"During the last few years I have been working in the Water Street Mission in New York, and I have learned that one-third of the men that came there ragged and dirty and begging for food were college-bred. I have found them on the Bowery making up beds or waiting on tables, and I have even met them in the street-cleaning brigades. During February of last year more than 400 of them stood in the 'bread line' at our mission. Seventy-five per cent. of the prisoners at Sing Sing Prison are college-bred men."

Beyond question "the wisdom that cometh from above is first pure, then peaceable, gentle, easy to be entreated, full of mercy and good fruits," and is, as the Apostle declares, the "spirit of a sound mind."—Jas. 3:17; 2 Tim. 1:7.


Although we cannot agree with those who teach that repeated Pentecosts and spirit baptisms are to be expected and prayed for, we do believe that the Lord's people need to come into a similar attitude to that of the brethren who were blessed on Pentecost Day, in order to enter the favors and privileges which are ours through Christ. There was to be but one Pentecost. There never will be another, so far as the Church is concerned. The holy Spirit which there came to the Church has abode with us still, and its blessing is the privilege of those consecrated ones whom the Lord accepts and adopts into his family. But before anyone is prepared to get a proper blessing of the Lord's Spirit, he must first have the justification by faith and a heart free from the love of sin, and must present his solemn resolution to be, to do, to serve the Lord, the Truth, the brethren—his vows before he could be in the right attitude to receive a blessing and the enlightenment, the comfort, the fellowship of God's holy Spirit. Even though he be inflamed with desire to serve the Lord, the Truth and the brethren, he will do wisely to follow the course of the early Church and tarry and study and pray—that he may himself be filled with the Spirit, before he attempts to act as God's ambassador to others. Indeed, no one is authorized, from the Scriptural standpoint, to preach the Gospel much or little, except first he have received this anointing and authorization of the Spirit from above. "The Lord hath anointed me to preach the good tidings unto the meek."—Isa. 61:1.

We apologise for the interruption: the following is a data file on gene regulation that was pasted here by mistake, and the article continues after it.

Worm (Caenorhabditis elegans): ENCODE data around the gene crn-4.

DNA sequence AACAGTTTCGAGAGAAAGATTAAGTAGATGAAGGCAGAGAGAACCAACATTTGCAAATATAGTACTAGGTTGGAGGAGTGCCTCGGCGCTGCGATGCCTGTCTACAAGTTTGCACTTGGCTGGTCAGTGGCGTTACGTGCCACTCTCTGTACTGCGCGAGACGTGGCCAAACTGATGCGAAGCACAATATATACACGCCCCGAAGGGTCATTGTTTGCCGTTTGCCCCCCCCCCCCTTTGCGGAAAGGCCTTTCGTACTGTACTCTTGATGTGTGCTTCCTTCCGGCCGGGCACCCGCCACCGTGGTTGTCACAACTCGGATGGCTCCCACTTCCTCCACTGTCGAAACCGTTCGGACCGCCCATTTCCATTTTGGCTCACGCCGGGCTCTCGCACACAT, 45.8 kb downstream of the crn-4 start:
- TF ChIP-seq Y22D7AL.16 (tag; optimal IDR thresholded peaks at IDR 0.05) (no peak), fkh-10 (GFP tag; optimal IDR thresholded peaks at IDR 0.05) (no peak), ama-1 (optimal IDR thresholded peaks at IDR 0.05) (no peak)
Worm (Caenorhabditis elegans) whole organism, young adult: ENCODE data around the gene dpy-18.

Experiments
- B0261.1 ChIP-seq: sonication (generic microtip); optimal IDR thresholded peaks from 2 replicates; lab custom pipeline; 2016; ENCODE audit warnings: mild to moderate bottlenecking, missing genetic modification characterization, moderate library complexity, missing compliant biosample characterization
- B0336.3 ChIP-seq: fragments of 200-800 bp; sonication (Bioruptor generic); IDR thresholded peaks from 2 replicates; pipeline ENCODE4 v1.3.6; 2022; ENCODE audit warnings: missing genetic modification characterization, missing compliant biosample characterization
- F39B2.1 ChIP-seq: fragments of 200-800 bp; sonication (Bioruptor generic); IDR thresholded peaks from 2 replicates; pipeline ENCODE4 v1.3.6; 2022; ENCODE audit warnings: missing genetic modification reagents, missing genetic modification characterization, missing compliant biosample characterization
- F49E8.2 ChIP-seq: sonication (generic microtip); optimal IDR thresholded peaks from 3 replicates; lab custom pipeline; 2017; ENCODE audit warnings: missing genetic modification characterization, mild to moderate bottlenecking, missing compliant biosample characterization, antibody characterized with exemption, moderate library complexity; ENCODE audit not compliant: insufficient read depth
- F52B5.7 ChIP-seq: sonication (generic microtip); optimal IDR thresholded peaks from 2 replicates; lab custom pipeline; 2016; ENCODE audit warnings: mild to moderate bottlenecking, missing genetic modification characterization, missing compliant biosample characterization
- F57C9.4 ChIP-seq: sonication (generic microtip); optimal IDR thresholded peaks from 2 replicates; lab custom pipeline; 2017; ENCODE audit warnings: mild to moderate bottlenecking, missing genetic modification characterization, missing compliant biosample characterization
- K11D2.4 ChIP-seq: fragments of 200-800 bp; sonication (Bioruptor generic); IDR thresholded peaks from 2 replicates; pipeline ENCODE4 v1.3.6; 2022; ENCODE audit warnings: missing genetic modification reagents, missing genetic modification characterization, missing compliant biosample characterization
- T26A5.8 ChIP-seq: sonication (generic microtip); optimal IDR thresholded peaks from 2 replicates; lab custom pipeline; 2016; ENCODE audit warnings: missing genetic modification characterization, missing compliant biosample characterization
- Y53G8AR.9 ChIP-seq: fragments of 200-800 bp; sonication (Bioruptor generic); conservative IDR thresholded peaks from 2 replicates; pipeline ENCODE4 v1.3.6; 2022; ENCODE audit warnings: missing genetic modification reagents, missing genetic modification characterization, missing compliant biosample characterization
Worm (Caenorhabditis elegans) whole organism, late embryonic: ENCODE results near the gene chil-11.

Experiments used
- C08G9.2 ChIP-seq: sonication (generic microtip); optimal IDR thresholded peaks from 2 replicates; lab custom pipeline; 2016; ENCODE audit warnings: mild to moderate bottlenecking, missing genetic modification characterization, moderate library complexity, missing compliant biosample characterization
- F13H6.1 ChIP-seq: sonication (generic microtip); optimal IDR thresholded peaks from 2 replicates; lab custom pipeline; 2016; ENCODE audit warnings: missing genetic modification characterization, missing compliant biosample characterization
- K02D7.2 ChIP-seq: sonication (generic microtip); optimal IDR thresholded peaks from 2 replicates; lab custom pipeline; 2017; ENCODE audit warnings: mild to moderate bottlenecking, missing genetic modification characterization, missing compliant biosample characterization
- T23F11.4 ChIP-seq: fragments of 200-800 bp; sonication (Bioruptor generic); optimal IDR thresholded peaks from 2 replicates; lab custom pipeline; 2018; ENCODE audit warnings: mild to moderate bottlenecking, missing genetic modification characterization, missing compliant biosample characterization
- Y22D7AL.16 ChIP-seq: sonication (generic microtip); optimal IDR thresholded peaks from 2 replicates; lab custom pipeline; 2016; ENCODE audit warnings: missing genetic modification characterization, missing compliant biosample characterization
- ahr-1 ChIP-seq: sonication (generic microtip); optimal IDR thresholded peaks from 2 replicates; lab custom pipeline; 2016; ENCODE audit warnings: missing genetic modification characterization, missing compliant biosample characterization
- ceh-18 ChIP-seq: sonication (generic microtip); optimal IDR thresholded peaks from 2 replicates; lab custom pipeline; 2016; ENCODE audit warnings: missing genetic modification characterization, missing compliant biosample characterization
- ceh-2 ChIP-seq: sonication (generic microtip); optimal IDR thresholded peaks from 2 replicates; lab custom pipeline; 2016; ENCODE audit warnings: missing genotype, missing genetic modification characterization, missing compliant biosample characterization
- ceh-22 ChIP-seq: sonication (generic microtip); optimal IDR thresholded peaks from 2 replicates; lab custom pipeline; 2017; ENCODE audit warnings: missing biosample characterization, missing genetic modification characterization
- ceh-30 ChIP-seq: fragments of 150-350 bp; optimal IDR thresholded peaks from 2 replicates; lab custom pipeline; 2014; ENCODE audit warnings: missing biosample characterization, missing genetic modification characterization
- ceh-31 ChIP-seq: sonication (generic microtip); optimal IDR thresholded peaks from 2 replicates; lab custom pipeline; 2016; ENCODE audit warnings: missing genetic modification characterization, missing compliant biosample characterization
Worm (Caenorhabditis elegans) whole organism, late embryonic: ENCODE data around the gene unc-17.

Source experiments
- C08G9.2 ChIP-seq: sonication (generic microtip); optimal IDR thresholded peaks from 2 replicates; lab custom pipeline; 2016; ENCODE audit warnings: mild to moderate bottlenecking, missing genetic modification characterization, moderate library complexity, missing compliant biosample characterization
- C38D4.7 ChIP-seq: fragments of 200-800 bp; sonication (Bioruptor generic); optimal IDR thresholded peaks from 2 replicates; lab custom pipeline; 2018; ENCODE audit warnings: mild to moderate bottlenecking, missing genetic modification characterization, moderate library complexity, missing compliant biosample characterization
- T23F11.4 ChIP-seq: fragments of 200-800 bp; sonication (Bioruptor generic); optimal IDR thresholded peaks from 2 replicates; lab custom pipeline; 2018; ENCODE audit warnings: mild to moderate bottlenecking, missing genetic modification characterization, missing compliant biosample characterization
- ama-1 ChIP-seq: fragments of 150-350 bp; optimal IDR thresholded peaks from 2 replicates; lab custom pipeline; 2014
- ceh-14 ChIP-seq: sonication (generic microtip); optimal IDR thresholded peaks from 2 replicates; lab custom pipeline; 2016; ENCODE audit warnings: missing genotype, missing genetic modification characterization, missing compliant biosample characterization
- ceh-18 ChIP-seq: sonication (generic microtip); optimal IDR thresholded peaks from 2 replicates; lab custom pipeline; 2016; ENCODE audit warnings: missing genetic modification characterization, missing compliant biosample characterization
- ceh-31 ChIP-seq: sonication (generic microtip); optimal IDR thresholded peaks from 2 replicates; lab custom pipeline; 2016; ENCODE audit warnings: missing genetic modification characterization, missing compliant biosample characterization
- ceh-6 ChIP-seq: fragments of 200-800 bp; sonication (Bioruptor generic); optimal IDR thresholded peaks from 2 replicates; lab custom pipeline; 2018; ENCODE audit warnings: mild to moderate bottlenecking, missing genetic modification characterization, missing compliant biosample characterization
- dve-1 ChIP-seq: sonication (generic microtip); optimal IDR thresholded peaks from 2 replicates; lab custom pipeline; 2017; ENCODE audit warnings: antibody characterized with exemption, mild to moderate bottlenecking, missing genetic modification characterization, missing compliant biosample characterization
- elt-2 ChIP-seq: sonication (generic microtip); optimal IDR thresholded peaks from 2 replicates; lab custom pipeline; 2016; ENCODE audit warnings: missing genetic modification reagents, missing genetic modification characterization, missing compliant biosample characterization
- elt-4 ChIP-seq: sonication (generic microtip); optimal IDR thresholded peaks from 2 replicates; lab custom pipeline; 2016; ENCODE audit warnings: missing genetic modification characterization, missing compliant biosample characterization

While opposing the unscriptural view with respect to praying for New Pentecosts, let us not lose sight of the important fact that until we have received our share of the blessing of that first Pentecost, we cannot have the perfect peace of God, nor be properly and actively and successfully his servants and ambassadors. Would that, at the opening of the New Year, all of the Lord's people would seek earnestly a larger measure of the holy Spirit—watching and praying thereunto, watching their words, their thoughts and deeds, the leadings of the Lord's providence, the opportunities for his service, and praying, "Abandon us not in temptation, but deliver us from the evil one." And let us ask him to grant us more and more the emptying of worldly ambitions, desires, and filling more and more with the mind of Christ, the disposition of Christ. Many are finding "the VOW" very helpful along these lines, and we still commend it to all of the sacrificers in Christ Jesus, as a helping hand to keep us watchful and nearer to the Lord—under the shadow of the Almighty.